Atlantic World

Sherwin Bryant

Sherwin Bryant

Program Area(s):  Colonialism; African Diaspora; Race; History; Atlantic World

Sherwin K. Bryant (PhD, The Ohio State University) specializes in colonial Latin American history with a particular emphasis upon slavery and emancipation, race and difference, free black life in the Americas, and the modern African Diaspora.

Drew Davies

Drew Davies

Program Area(s):  Music; Colonialism; Atlantic World

Drew Edward Davies (PhD, University of Chicago) researches music and sound in New Spain (colonial Mexico) with attention to issues of transatlantic cultural diffusion and adaptation in cathedral repertoires. He has published and revived the compositions of Santiago Billoni, a Roman composer who worked in 1740s Durango, and frequently collaborates with performing musicians. He also participates in a long term workgroup at the Universidad Nacional Autónoma de México to catalogue and study colonial manuscripts at Mexico City Cathedral.

Jesús Escobar

Jesús Escobar

Program Area(s):  Art and Architecture; Transnationalism/Globalization; Atlantic World

Jesús Escobar (PhD, Princeton) is an architectural historian and Chair of the Department of Art History. His research explores the built environment of the early modern Spanish world with publications touching on Spanish cities such as Madrid, Santiago de Compostela, and Seville, as well as other imperial centers such as Lima, Mexico City, Palermo, and Antwerp. His courses at Northwestern consider the breadth of cultural production in the Spanish Habsburg empire from printmaking and painting to architecture and urbanism.

Mark W. Hauser

Mark W. Hauser

Program Area(s):  Atlantic World; Archaeology; African Diaspora; Caribbean

Mark is a historical archaeologist who specializes in materiality, slavery and inequality. These key themes intersect in the seventeenth, eighteenth and nineteenth centuries Atlantic and Indian Oceans and form a foundation on his research on the African Diaspora and Colonial Contexts. As an archaeologist who studies how people adapt to landscapes of inequality and contribute to those landscapes in material ways he employs ethnohistorical, archaeological, and archaeometric approaches. His current fieldwork is based in the Eastern Caribbean and has focused on the environmental and economic relations developed through colonialism.

Michelle Molina

Michelle Molina

Program Area(s):  Colonialism; Transnationalism/Globalization; History; Mexico and Central America; Religion; Atlantic World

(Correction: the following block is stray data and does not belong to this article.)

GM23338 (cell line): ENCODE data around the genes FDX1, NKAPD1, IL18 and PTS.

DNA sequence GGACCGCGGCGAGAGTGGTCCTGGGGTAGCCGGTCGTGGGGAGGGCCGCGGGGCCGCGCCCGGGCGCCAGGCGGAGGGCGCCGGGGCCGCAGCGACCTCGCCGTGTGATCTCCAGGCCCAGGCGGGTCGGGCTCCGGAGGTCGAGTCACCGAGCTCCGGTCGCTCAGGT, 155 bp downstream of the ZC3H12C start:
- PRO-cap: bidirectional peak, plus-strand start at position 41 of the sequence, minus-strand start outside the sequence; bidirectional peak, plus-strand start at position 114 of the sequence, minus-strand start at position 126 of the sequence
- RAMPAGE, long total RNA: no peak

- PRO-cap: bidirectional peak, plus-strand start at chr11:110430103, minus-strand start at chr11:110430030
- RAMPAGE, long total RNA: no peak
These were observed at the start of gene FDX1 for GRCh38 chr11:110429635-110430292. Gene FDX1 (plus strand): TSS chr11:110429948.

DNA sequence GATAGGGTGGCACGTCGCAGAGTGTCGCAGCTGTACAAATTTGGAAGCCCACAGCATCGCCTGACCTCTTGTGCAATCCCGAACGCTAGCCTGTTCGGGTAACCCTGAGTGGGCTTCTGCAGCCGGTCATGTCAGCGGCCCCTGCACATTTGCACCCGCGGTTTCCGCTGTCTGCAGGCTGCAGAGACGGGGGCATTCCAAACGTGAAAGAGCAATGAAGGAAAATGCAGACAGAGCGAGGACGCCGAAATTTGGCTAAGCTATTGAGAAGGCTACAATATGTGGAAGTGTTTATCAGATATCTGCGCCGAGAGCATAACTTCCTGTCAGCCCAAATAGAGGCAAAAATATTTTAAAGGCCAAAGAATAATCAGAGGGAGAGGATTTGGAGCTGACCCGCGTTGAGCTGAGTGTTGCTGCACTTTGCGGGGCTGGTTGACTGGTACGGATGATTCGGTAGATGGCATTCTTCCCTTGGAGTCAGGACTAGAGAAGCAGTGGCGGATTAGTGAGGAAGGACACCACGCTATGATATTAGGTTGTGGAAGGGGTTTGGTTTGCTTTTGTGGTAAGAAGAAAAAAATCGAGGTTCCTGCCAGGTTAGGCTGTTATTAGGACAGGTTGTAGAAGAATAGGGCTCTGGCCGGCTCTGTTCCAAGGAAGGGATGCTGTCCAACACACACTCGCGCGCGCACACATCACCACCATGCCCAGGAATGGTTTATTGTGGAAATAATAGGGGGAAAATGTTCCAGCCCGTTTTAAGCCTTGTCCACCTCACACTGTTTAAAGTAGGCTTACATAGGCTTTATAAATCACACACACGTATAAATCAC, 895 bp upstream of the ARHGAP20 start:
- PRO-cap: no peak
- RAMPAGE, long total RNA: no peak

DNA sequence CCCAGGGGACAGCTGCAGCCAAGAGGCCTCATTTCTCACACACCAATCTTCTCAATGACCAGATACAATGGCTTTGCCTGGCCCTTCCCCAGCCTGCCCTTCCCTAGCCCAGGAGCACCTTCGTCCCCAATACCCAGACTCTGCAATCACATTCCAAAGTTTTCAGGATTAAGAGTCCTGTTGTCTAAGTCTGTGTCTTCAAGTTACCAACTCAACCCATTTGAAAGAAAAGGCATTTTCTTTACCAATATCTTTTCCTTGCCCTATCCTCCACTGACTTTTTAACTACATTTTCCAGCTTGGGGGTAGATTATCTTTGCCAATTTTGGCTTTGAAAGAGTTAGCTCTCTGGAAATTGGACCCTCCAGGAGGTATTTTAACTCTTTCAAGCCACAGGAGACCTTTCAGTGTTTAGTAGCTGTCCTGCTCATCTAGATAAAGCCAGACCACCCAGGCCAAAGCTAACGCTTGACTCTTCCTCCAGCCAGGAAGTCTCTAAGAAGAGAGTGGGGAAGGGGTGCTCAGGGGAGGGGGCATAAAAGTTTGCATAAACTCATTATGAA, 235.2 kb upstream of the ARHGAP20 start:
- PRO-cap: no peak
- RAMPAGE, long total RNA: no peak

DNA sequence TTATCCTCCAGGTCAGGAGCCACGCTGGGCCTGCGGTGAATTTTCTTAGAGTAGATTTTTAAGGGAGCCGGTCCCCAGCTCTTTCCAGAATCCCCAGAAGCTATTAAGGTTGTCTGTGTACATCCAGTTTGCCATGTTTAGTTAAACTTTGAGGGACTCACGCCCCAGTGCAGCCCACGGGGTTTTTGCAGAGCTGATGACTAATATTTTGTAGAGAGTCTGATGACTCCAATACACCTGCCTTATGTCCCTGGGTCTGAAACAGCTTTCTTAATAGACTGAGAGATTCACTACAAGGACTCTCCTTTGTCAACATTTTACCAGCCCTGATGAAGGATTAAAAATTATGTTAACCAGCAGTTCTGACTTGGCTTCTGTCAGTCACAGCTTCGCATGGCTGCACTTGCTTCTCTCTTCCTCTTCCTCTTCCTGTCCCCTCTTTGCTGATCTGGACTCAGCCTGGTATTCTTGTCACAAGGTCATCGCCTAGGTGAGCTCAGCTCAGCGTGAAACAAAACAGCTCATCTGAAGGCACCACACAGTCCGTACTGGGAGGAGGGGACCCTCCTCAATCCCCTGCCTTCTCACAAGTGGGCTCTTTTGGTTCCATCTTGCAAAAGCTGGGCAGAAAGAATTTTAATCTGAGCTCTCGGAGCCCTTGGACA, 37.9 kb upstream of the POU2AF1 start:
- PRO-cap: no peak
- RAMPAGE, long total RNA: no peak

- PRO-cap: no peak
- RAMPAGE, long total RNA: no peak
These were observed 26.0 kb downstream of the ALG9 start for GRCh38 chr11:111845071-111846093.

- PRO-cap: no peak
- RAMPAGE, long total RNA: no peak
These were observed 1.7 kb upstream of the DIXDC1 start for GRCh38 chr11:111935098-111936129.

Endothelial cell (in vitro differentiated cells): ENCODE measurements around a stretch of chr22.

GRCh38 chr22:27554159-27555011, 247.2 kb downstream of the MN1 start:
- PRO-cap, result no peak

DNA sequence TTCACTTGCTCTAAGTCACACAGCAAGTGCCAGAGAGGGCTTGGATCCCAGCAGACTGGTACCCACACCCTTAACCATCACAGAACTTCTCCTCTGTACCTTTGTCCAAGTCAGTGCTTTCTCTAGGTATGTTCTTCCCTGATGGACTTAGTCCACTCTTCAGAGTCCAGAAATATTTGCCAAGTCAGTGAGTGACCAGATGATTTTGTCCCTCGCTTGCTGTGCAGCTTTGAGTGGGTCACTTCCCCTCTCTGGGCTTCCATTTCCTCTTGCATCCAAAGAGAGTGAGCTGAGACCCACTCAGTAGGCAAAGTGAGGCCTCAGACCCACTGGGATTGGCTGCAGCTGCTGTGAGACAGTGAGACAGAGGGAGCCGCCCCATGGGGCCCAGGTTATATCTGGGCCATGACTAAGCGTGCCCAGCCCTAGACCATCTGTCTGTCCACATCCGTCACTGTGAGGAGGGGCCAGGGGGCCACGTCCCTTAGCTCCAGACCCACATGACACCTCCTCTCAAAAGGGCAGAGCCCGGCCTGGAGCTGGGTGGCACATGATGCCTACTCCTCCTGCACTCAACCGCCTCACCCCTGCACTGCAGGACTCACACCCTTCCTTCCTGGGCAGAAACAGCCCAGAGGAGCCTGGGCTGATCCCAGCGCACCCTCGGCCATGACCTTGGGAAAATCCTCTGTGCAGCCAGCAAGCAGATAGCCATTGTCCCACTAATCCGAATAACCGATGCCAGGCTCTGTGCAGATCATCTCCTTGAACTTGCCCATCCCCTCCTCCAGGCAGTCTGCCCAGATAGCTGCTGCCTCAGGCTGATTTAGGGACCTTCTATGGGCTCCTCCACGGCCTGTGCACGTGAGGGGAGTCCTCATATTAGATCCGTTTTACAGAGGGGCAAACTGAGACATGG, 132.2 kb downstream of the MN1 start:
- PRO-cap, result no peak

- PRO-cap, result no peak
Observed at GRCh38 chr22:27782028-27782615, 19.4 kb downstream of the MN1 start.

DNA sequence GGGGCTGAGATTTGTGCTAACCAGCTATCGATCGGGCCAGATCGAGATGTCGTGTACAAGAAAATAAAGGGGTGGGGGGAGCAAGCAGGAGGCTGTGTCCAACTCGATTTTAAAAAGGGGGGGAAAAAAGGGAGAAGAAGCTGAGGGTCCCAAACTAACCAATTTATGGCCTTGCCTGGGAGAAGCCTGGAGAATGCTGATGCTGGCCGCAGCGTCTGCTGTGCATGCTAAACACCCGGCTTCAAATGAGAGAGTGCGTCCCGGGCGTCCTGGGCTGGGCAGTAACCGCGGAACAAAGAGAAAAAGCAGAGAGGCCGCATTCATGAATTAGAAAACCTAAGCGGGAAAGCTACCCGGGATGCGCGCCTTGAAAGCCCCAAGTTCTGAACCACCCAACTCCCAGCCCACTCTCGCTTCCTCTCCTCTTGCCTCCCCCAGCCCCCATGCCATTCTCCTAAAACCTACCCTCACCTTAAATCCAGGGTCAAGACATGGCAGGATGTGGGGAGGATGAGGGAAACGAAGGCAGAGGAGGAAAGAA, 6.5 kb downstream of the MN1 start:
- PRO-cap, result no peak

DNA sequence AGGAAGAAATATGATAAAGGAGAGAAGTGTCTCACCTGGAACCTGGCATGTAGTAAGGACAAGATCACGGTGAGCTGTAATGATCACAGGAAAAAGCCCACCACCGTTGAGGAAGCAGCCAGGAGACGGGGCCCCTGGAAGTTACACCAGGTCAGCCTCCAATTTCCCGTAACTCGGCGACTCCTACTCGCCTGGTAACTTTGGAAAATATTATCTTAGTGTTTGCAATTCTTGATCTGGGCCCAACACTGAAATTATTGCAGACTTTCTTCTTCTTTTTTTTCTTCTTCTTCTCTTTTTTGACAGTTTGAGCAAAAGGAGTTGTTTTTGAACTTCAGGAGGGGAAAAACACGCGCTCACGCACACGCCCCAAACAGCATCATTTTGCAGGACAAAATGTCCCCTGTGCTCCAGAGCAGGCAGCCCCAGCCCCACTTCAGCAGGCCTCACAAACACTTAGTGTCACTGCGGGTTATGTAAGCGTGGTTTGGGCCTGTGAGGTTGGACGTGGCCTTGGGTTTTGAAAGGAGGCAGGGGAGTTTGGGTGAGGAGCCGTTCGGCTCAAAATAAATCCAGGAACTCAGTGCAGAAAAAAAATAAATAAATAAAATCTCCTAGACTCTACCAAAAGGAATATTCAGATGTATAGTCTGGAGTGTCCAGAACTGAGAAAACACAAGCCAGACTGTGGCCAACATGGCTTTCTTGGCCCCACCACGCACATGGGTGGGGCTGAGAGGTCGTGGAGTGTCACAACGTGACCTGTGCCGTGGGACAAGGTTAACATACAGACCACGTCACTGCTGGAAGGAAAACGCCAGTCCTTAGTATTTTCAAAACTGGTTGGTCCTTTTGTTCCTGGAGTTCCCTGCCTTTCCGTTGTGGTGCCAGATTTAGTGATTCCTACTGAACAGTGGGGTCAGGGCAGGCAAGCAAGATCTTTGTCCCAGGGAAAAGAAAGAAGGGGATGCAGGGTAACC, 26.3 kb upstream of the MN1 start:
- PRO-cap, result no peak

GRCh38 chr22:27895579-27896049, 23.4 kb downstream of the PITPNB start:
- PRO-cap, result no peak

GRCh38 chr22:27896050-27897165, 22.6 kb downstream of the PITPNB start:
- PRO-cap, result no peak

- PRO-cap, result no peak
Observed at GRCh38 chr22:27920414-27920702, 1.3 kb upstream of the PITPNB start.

J. Michelle  Molina (PhD, University of Chicago) studies the Society of Jesus in the early modern period. Her book, To Overcome Oneself: The Jesuit Ethic and the Spirit of Global Expansion (University of California, 2013) explores Jesuit spirituality in an effort to understand how individuals – both elite and commoner – approached and experienced religious transformation. In particular, she has been interested in examining the impact of the Ignatian Spiritual Exercises – a meditative retreat geared toward self-reform – on early modern global expansion and the development of ideas about self and religious subjectivity in New Spain.

Paul Ramírez

Paul Ramírez

Program Area(s):  Mexico and Central America; Public Health; Atlantic World; History; Religion; Colonialism

Paul Ramírez (Ph.D., Berkeley) specializes in the history of Mexico in the colonial and early national periods. His book project on epidemics and public health, tentatively titled “Minerva's Children: Mexico's Enlightenment Battle against Epidemic Disease,” examines the colonial rituals and genres that facilitated Mexico's early adoption of preventive medicine. His research has appeared The Americas, Hispanic American Historical Review, and Endeavour, and has been supported by institutions such as the Newberry Library, Notre Dame's Institute for Advanced Study, the Huntington Library, the Mabelle McLeod Lewis Foundation, the University of California’s Institute for Mexico and the U.S. (UC MEXUS), and Harvard’s David Rockefeller Center for Latin American Studies. He is undertaking research on a new project on the religious dimensions of the harvest and production of salt in Mexico.